cops and orange cones corking empty

side streets, barring my Civic from crossing,
as if I could somehow make it all stop. 





Nate Pillman 




Nate Pillman’s poems have appeared or are forthcoming in PANKNorth American Review, New Ohio Review, Mid-American Review, and others. He is originally from rural Iowa, but now resides in Tucson, Arizona. 

 
 

My Father's Basement in the Night
 
My father says, Why not show your friends my basement?
Although I have never been there, I think it is large, old.
 
I reply, Why should I?  He does not answer me.  I think
he is lonely, and this time he is shorter than I remember.
 
My mother wanders in this house I do not remember.
I think she is sick but I do not know, yet I am worried
 
she may try to go outside, so I call out twice, Mother,
where are you?  She answers, In here, and from a hallway
 
I see her legs stretched out on a bed in a room I cannot
enter, while my father is in the basement, waiting for us.





Ronald Moran




Ronald Moran lives in Simpsonville, South Carolina. His poems have been published in Commonweal, Connecticut Poetry Review, Emrys Journal, Evening Street Review, Kentucky Poetry Review, Louisiana Review, Maryland Poetry Review, North American Review, Northwest Review, South Carolina Review, Southern Poetry Review, Southern Review, Tar River Poetry, and in twelve books/chapbooks of poetry.  His poetry has received a number of awards.  His most recent book is "The Tree in the Mind," published by Clemson University Press (2014).

 
 

For The Ignominious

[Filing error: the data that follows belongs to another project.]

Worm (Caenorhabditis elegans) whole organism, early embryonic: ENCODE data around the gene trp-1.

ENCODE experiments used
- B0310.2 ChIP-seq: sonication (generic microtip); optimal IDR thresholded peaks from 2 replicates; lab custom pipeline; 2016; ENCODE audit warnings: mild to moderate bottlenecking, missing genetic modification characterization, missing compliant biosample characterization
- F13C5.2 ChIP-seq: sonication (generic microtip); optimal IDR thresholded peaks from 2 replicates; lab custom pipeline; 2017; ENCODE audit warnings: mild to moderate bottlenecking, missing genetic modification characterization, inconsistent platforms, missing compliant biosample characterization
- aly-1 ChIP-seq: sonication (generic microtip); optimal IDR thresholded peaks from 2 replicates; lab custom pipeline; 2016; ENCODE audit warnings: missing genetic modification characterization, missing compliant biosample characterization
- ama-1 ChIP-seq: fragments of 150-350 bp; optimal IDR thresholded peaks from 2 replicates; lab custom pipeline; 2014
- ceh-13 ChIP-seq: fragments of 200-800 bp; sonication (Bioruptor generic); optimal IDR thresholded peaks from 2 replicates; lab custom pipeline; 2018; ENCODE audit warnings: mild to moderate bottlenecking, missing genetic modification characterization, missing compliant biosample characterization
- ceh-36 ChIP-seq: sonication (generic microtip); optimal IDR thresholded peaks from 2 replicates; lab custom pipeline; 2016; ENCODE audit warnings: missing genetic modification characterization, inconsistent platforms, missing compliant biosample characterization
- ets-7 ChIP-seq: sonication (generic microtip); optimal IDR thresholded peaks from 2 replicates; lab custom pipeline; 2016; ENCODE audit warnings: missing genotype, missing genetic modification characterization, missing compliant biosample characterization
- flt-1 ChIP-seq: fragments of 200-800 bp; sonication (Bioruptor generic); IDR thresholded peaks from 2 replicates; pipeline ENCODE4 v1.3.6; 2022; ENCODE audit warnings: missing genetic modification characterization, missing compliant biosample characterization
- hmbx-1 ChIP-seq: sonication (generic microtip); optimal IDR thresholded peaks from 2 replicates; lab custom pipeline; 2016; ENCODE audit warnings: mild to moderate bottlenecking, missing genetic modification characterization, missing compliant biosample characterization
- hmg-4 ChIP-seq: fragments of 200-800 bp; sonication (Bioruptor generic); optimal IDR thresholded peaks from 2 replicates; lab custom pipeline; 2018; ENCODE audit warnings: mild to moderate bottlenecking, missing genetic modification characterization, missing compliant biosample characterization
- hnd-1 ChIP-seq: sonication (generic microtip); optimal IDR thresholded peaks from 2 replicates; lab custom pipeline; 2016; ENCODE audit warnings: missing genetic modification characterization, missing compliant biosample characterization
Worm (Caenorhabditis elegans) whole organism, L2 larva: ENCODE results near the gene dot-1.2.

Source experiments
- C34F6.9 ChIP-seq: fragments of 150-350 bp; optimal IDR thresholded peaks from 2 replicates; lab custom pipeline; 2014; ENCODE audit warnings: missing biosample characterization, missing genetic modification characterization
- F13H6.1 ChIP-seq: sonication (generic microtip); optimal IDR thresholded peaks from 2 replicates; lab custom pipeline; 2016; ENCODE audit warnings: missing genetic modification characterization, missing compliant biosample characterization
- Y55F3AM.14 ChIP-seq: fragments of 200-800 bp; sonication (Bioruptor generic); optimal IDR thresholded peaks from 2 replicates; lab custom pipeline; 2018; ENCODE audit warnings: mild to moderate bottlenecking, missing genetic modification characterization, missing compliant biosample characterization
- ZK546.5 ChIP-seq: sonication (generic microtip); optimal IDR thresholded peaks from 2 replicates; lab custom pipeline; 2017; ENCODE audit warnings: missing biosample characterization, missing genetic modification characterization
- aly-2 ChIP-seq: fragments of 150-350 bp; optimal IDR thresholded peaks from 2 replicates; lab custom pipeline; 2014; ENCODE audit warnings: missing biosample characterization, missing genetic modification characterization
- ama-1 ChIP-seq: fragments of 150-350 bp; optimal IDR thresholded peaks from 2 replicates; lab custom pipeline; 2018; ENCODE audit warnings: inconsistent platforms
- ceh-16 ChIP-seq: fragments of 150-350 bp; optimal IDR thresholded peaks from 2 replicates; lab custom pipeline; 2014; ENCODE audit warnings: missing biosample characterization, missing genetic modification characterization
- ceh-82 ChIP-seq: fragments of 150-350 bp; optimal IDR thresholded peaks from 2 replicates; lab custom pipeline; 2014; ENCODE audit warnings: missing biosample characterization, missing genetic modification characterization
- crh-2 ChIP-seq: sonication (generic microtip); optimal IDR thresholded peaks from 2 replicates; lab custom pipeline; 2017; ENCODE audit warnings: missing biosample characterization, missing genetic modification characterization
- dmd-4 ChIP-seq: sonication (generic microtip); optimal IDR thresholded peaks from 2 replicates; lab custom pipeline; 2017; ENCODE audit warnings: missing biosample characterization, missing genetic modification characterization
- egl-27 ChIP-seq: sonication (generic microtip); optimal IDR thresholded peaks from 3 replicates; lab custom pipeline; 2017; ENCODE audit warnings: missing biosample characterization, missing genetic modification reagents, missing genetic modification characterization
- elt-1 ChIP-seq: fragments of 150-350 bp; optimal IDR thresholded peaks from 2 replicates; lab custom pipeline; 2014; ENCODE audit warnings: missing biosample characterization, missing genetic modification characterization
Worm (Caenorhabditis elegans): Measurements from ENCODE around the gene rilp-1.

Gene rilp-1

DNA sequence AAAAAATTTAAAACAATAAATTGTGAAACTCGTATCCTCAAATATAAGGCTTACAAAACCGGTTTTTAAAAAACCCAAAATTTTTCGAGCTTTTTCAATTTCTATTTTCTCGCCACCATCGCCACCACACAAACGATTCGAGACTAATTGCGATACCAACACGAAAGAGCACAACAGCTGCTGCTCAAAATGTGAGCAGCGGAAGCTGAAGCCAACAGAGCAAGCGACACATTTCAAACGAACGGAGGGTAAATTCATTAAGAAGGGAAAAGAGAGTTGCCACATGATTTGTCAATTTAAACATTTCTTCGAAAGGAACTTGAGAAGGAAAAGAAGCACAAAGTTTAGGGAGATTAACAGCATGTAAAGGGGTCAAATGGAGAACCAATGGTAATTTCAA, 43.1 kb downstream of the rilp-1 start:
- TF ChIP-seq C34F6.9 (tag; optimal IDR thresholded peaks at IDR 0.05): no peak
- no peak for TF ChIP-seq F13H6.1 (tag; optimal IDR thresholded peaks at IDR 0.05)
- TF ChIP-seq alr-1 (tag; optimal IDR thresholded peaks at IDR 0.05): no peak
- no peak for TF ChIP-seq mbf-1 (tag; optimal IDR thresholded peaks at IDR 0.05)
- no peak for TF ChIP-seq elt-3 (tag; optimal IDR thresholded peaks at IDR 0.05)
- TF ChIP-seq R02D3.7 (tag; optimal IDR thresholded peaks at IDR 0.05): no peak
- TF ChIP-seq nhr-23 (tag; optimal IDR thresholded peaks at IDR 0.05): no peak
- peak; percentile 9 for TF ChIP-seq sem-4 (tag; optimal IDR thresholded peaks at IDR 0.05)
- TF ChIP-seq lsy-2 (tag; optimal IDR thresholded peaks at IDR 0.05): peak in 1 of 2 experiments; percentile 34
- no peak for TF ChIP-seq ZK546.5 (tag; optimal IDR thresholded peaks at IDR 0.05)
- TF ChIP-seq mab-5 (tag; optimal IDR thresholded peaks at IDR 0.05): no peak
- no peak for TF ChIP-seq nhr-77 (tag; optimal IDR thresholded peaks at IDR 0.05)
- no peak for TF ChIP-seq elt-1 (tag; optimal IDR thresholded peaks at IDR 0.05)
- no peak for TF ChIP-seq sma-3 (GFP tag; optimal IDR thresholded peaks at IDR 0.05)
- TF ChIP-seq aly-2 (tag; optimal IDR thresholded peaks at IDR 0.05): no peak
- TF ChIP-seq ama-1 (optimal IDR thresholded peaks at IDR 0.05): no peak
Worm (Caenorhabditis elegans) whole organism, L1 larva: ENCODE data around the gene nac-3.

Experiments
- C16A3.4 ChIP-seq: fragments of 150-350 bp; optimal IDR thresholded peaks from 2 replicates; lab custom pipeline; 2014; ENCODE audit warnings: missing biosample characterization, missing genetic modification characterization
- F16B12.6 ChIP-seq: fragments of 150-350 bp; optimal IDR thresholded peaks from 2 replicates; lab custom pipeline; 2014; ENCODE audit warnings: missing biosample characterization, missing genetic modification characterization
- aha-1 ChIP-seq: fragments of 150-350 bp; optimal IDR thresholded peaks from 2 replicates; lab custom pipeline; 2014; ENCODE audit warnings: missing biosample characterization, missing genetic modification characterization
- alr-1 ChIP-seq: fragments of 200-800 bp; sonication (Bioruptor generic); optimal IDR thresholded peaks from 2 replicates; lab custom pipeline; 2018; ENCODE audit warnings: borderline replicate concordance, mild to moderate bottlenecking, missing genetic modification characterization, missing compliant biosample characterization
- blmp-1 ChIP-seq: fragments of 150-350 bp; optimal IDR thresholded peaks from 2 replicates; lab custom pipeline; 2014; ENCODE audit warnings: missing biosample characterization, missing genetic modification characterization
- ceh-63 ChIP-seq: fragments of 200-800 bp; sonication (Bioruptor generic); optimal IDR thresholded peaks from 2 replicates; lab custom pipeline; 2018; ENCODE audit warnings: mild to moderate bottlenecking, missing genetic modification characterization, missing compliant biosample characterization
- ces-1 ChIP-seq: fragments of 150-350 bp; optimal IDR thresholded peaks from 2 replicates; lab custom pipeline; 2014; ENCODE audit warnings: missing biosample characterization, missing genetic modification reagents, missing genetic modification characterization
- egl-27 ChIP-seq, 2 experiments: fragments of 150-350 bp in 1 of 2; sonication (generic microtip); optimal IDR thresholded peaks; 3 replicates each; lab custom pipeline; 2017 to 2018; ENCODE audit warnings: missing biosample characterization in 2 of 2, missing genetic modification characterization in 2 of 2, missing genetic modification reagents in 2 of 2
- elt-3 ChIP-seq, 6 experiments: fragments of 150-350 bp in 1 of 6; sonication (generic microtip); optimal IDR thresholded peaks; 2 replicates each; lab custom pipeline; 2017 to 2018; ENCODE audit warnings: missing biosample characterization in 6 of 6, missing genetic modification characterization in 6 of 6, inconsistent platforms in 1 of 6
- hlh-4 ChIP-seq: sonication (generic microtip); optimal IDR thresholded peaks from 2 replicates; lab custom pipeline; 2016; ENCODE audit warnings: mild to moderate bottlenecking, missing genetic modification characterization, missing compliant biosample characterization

Tombstones would cast long shadows
in this slanting, searing sun
Carved granite names and dates
would be sharply illuminated
 
But there are only acres of fields planted
with flat metal plates bearing patient numbers
This is their anonymous resting place
a cemetery no one ever visits
except me
 
The dirt beneath my feet
crawls with twisted earthworms
and uncontainable madness.







Mitchell Grabois






Mitchell Krockmalnik Grabois’ poems and fiction have appeared in hundreds of literary magazines in the U.S. and abroad. He is a regular contributor to The Prague Revue, and has been thrice nominated for the Pushcart Prize. His novel, "Two-Headed Dog," based on his work as a clinical psychologist in a state hospital, is available as an e-book or in print.
 
 


Epiphany Plus One
 

Did a donkey sing across the creek
in frozen twilight a complaint
about its place in archetypal catalogues?
 
Did the strip of green above the heating
pipes hold twenty robins gathered
on the rumor of thaw?
 
And did those hands feel good?